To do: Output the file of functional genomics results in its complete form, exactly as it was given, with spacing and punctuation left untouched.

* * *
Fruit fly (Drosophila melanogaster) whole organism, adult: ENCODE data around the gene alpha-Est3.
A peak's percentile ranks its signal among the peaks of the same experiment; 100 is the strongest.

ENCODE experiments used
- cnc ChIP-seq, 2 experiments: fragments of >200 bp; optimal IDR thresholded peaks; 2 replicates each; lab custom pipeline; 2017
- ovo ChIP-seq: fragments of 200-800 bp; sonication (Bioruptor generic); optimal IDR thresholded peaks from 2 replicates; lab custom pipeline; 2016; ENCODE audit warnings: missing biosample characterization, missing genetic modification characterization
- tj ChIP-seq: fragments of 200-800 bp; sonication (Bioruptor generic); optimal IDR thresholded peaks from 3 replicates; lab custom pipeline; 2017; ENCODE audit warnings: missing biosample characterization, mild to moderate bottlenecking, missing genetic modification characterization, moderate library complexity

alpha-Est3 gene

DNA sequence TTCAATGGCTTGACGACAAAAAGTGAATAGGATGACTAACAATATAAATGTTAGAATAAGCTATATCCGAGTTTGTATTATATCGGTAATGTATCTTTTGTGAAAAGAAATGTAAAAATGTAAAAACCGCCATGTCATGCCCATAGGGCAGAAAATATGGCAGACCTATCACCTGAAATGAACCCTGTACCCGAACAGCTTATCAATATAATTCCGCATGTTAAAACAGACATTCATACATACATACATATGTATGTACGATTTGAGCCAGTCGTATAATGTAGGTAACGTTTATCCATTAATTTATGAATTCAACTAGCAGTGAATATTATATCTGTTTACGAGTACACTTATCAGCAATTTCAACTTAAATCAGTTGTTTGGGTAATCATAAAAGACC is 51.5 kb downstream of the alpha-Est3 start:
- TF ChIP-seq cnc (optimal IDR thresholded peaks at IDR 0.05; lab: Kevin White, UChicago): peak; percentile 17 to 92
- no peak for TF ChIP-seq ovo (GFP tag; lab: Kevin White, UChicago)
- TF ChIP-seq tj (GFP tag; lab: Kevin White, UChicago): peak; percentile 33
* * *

Fruit fly (Drosophila melanogaster) whole organism, adult: ENCODE data around the gene alpha-Est3.
A peak's percentile ranks its signal among the peaks of the same experiment; 100 is the strongest.

ENCODE experiments used
- cnc ChIP-seq, 2 experiments: fragments of >200 bp; optimal IDR thresholded peaks; 2 replicates each; lab custom pipeline; 2017
- ovo ChIP-seq: fragments of 200-800 bp; sonication (Bioruptor generic); optimal IDR thresholded peaks from 2 replicates; lab custom pipeline; 2016; ENCODE audit warnings: missing biosample characterization, missing genetic modification characterization
- tj ChIP-seq: fragments of 200-800 bp; sonication (Bioruptor generic); optimal IDR thresholded peaks from 3 replicates; lab custom pipeline; 2017; ENCODE audit warnings: missing biosample characterization, mild to moderate bottlenecking, missing genetic modification characterization, moderate library complexity

alpha-Est3 gene

DNA sequence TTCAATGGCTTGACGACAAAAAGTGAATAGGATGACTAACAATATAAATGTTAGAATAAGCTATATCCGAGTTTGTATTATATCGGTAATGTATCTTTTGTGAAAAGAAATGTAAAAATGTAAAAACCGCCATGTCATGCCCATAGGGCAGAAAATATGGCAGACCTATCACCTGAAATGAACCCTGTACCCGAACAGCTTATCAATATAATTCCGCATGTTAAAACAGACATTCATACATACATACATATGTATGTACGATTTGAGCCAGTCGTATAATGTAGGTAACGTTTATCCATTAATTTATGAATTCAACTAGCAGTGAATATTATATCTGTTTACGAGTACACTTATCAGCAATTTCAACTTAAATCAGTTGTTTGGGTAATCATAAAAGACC is 51.5 kb downstream of the alpha-Est3 start:
- TF ChIP-seq cnc (optimal IDR thresholded peaks at IDR 0.05; lab: Kevin White, UChicago): peak; percentile 17 to 92
- no peak for TF ChIP-seq ovo (GFP tag; lab: Kevin White, UChicago)
- TF ChIP-seq tj (GFP tag; lab: Kevin White, UChicago): peak; percentile 33